MONTREAL — A century after he was born, Raoul Wallenberg was posthumously made an honorary citizen of Montreal last week in a city hall ceremony witnessed by a few of the tens of thousands of people who owe their life to the Swedish diplomat.
Mayor Gérald Tremblay was uncharacteristically emotional after listening to the testimony of Agnes (Lörinczi) Kent, one of the Hungarian Jews Wallenberg rescued. Now 84 and living in Montreal, Kent and her mother survived thanks to being sheltered in 1944 in one of the 32 “safe” houses Wallenberg set up in Budapest.
They lived, but the young Kent was not spared from listening to the hellish noise of countless other Jews being executed on the banks of the Danube River nearby, nor from the death of her deported father.
“My heart today is brimming with gratitude,” she said.
Her son, Bruce Kent, observed that he and his two daughters who were also present would not be here today without Wallenberg’s courage.
He also warned that antisemitism is resurging in Hungary today, and deplored that the current government paid tribute to the fascist wartime Arrow Cross leaders.
The rare honour of citizenship was extended by the city as part of the commemoration of the 100th anniversary of Wallenberg’s birth, and as a highlight of the Montreal Holocaust Memorial Centre’s (MHMC) annual Holocaust Education Series, which continues until Nov. 4. The theme this year is “The Righteous,” and focuses on those who came to the aid of Jews during World War II.
Tremblay used the occasion to urge every person to recognize the humanity of the other. He lamented the “hatred” in the world today and the inaction of countries that signed the 1948 Universal Declaration of Human Rights.
“My Bible says ‘Love they neighbour as thyself, for the love of God. That’s what life is all about,” Tremblay said. “We are all human beings. We have a tendency to forget who we really are.”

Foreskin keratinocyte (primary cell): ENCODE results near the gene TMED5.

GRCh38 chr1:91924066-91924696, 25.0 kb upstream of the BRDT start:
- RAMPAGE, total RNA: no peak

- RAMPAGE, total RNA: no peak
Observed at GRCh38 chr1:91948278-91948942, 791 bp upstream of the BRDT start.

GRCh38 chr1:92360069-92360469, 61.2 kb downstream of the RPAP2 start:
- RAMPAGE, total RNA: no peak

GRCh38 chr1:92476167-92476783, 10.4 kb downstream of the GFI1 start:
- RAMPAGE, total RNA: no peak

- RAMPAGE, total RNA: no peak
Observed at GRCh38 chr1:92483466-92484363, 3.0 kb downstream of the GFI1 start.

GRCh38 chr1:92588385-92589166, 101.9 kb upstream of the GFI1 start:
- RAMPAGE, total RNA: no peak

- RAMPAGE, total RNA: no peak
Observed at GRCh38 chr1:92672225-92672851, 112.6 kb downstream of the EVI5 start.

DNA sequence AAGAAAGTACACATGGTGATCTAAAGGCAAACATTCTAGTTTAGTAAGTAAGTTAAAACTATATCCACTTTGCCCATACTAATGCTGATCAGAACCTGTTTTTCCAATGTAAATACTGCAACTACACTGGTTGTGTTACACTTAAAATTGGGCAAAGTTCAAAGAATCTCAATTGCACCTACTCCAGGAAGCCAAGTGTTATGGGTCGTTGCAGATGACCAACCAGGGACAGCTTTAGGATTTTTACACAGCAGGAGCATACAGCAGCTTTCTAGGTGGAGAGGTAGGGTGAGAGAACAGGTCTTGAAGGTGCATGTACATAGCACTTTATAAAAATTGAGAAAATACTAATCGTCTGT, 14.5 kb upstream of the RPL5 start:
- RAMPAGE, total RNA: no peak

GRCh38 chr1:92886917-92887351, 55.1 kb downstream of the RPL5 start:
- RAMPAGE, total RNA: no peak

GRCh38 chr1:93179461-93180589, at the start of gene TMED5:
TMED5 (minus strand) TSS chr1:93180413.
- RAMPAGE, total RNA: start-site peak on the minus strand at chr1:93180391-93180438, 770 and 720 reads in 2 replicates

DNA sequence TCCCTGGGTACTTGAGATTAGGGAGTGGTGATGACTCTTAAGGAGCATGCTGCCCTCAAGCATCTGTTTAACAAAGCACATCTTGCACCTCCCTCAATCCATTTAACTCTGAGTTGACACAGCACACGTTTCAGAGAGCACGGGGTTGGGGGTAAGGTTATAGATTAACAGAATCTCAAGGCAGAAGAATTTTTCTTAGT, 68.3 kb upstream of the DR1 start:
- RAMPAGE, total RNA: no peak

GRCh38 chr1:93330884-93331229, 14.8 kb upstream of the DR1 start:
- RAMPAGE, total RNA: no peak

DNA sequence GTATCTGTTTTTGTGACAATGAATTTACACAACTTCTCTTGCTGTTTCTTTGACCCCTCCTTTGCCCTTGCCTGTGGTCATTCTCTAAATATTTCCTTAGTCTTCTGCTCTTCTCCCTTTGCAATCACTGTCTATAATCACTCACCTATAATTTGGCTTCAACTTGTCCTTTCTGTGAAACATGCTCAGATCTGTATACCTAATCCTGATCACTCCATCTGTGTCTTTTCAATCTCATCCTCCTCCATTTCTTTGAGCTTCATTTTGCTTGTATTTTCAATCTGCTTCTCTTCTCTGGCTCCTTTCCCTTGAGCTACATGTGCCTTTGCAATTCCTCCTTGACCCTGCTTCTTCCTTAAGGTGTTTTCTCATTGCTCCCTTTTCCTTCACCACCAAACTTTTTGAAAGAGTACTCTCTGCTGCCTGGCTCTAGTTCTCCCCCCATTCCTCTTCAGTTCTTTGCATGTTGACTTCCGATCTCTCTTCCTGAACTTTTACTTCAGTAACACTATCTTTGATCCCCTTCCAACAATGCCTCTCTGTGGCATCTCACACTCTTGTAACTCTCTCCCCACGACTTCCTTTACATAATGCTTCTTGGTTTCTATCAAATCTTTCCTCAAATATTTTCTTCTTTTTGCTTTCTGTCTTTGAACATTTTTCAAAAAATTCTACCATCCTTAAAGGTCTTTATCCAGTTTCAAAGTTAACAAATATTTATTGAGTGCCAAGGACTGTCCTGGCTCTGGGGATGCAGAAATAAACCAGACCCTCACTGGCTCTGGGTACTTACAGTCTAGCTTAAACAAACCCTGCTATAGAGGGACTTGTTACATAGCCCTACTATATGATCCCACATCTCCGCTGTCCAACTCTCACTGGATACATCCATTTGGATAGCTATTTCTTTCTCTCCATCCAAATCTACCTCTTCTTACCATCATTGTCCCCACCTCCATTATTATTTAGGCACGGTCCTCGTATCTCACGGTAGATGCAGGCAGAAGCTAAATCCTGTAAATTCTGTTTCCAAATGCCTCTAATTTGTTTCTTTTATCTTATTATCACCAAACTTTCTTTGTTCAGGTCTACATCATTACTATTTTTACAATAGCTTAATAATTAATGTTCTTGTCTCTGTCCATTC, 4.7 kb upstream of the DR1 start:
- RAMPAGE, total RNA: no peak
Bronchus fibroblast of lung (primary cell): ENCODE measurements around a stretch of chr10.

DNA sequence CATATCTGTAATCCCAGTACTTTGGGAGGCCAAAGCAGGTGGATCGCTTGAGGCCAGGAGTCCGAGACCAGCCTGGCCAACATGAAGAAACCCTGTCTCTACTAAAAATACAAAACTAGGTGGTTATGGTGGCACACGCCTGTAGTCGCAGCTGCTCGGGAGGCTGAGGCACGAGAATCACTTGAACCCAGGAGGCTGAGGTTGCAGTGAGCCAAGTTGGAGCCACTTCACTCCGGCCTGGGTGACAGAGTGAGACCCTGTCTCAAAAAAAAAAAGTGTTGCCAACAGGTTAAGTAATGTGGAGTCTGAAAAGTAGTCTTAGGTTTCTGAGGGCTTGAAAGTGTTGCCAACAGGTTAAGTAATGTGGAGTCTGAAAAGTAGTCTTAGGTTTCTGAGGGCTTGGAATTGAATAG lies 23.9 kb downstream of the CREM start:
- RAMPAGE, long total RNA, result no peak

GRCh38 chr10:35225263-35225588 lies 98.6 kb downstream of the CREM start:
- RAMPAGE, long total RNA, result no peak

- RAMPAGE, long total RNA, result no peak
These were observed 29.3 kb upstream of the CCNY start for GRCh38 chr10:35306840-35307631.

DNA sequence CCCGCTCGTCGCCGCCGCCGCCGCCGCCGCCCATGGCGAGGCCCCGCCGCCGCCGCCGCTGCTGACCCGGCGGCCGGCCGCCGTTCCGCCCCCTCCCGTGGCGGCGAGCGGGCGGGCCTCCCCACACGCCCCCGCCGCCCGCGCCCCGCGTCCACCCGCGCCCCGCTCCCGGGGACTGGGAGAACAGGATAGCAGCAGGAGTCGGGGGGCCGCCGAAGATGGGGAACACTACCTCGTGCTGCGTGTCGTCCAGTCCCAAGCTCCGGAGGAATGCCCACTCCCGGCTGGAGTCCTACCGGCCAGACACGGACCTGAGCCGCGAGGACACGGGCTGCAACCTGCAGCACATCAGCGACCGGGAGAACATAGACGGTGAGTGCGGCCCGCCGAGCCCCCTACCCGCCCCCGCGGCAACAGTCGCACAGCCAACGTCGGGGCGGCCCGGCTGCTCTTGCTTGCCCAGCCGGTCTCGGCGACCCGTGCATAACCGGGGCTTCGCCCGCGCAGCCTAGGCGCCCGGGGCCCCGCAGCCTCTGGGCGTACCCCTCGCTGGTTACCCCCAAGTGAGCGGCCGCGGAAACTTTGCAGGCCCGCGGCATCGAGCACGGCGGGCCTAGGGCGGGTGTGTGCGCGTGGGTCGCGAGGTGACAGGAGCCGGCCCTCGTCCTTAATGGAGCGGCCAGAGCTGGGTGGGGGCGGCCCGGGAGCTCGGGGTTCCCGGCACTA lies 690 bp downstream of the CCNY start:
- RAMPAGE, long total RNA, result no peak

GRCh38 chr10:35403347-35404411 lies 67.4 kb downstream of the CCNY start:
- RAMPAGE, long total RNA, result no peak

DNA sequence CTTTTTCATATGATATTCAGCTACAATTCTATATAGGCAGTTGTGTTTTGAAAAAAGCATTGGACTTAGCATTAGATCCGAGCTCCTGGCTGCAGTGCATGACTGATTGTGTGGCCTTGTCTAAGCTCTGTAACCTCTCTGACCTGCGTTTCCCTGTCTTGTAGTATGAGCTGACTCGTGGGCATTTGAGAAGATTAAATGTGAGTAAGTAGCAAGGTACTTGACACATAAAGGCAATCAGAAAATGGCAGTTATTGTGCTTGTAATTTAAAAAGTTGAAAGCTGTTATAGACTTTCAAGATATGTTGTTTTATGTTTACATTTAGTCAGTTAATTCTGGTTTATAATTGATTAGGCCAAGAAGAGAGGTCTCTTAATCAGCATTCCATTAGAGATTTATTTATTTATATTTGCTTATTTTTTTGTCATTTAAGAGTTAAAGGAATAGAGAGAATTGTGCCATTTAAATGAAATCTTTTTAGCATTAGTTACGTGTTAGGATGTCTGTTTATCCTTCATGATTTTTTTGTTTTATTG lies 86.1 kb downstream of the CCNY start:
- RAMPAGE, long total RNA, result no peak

He called Wallenberg a role model who will never be forgotten, and he said that Montreal, with its 120 communities speaking 80 languages and living in peace, is also an example for the world.
Mount Royal MP Irwin Cotler called on the present Russian government to “finally open the archives” that, he believes, will reveal what happened to Wallenberg after he was arrested by the Soviets on Jan. 17, 1945.
Cotler was a member of an international commission that concluded in 1990 that the Soviet Union’s contention Wallenberg died in the gulag in 1947 of natural causes was “a tissue of lies.”
Cotler said “credible” evidence exists that Wallenberg was alive as late as the 1980s. “The burden of proof remains with the Russians to rebut this.”
The ceremony was chaired by Marvin Rotrand, the majority house leader on city council, who noted that he is the child of Holocaust survivors from Poland.
He lauded Wallenberg for having “stood up to evil, exemplifying the best in humanity, saving over 100,000 Jews almost singlehandedly.” That evil included a fascist Hungarian regime that was as “antisemitic and brutal as the Germans.”
MHMC president Larry Nachshen recalled that Montreal was the home of the late Vera Parnes, founder of the Raoul Wallenberg International Movement for Humanity. She made preserving Wallenberg’s legacy the cause of her life, the last two decades of which she spent in Montreal.
He and Kent agreed that Parnes, who died in 2010, would have been very proud if she had lived to see this recognition of Wallenberg, which will serve to inspire future generations.
In a statement, the Centre for Israel and Jewish Affairs commended the city for this gesture. “[Wallenberg’s] is not only manifested in the many lives he saved, but in the ultimate lesson that one individual can make a difference.”